Somebody was being executed; it was the only logical explanation. The loud taboo in his head certainately agreed with him. He shifted his head slightly, eyes opening suddenly in shock at the feeling of something horrendously viscid touching his face. They slammed closed with at a similar speed; dear lord! Since when had the sun decided it needed to be that bright? Gingerly, he cracked them open, slowly adapting to the luminous light that flittered through the crack betwixt the rooftops. The pain in his head flared and he compelled to close them once more; he repeated this seemingly thankless cycle until he could open his eyes without fear of worsening his unknown condition. What happened to him?

Gazing out with burning curiosity, his eyes caught sight of a nearby beer bottle. Well that might be an explanation. Searching further, he recognised the hand that clutched the bottle. That explained everything. Groaning as his body protested angrily at his half-hearted attempts to sit up, he gradually became aware of a substantial weight pressing on his legs. It was Mr. Harris, the rookery butcher. What exactly had occurred the previous eve? Brisk flashes of dancing on a table, singing the national anthem and chucking a man through a window danced through his ever clearing mind. He grimaced. Staggering upright he 'gently' manoeuvred Mr Harris off himself and wobbled a few steps forward before leaning against the decaying wall and retching. A voice from within one of the houses demanded quiet and he obeyed, already moving on. By the looks of it he was in Durmchapel lane; fantastic, he was only a two streets from his own home.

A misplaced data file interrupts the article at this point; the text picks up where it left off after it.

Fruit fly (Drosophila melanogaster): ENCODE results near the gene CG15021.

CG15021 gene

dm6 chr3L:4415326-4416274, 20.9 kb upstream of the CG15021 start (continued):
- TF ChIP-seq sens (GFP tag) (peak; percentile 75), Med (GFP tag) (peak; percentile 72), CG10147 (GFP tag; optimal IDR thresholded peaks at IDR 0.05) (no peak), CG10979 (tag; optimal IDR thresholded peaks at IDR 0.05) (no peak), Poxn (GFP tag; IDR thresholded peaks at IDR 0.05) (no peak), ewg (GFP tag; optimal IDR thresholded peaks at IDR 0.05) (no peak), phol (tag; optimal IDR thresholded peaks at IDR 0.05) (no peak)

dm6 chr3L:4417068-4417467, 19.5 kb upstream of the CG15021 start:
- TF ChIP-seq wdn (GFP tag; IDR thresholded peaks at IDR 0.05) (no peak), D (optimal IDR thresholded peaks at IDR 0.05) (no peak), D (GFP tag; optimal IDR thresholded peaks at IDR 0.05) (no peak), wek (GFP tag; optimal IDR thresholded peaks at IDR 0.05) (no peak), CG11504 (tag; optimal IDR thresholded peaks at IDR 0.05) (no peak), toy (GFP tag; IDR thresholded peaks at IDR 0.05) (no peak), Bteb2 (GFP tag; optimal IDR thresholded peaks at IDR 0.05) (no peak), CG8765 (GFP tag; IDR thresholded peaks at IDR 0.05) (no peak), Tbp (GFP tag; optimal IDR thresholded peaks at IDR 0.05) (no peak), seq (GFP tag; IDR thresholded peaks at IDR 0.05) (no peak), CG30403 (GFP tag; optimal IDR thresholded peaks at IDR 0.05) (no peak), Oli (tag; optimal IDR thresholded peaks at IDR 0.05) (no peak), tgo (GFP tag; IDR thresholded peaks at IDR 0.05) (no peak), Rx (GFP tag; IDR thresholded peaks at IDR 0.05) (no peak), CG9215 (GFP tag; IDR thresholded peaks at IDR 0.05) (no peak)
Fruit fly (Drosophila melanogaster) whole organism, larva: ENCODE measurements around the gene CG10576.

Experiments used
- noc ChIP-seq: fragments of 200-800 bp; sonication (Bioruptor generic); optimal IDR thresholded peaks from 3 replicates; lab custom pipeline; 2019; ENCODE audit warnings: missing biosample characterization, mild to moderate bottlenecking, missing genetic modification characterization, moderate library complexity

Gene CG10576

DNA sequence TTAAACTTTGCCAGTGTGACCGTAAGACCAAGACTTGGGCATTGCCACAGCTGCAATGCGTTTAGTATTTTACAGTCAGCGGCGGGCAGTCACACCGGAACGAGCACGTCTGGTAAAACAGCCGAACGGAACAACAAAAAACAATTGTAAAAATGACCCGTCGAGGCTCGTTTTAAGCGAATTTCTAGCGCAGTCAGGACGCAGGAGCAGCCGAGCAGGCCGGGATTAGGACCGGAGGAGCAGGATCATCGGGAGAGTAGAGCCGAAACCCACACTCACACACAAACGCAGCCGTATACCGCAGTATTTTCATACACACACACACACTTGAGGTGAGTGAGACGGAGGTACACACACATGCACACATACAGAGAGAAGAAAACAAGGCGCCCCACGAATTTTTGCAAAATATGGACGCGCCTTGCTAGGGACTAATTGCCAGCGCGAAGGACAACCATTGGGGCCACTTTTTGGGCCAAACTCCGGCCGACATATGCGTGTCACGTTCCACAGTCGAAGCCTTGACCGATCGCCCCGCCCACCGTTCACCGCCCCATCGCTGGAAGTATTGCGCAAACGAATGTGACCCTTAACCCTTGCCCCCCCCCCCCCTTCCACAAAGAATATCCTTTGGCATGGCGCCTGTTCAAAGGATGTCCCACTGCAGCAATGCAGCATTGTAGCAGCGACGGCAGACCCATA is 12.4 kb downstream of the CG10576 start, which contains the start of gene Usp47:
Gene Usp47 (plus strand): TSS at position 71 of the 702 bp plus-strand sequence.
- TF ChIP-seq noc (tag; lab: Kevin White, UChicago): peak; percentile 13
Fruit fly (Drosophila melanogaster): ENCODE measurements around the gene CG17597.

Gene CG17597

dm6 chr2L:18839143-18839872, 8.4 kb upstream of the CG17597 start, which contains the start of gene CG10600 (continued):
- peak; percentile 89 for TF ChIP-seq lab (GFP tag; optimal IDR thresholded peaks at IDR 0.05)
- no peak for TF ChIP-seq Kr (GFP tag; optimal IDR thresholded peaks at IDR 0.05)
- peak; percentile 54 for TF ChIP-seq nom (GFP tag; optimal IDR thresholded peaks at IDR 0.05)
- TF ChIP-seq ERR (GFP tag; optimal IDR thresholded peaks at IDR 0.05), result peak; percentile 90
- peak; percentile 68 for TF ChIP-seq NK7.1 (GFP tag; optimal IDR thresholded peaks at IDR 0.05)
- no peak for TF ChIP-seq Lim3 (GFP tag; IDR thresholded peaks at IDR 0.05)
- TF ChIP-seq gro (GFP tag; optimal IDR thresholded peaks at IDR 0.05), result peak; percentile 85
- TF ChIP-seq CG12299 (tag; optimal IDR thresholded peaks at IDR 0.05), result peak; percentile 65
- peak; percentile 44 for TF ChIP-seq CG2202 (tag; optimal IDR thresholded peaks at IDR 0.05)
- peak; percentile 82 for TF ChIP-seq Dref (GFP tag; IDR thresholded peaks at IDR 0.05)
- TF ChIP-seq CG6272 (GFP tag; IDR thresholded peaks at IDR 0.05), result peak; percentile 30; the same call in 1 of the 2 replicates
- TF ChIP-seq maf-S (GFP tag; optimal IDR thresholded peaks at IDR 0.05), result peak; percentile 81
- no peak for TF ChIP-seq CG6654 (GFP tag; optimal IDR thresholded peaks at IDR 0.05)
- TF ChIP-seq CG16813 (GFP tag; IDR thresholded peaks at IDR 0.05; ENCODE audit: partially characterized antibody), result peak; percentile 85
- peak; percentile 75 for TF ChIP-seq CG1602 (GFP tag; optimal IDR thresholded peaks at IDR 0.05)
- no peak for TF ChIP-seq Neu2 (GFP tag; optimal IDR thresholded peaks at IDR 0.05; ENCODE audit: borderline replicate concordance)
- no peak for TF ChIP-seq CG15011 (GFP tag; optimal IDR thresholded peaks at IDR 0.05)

Stepping out onto Durmchapel street he wasn't surprised to find it empty; this time in the morning was locally known as dead rising due to the fact that most people were just now waking up. Being summer it meant that the sun (which delighted in reminding all of its obnoxiously bright presence) was already peaking through the narrow streets of the Durmchapel rookery and within minutes the street would be flooded with people rushing to their jobs- if they had any- or spending time nosing around the place. Durmchapel street was not really a street but rather a courtyard with many side streets and lanes twisting off of it like some kind of mutated spider. It was easy to get lost in the darkened alleyways and even easier to fall prey to the villains that lurked in their shadows. It was no use pretending that they weren't there; more than once he had been coshed and robbed. All the buildings were like their contents; twisted and worn down in some form. He moved swiftly into Clove Row, the small street that joined the DurmChapel rookery to the Old Jago, their rival rookery and thus the cause of many memorable day long brawls and battles. It was no different then any other street in the area and so his gaze was left unburdened by any strange sightings as he made his way to his rooms.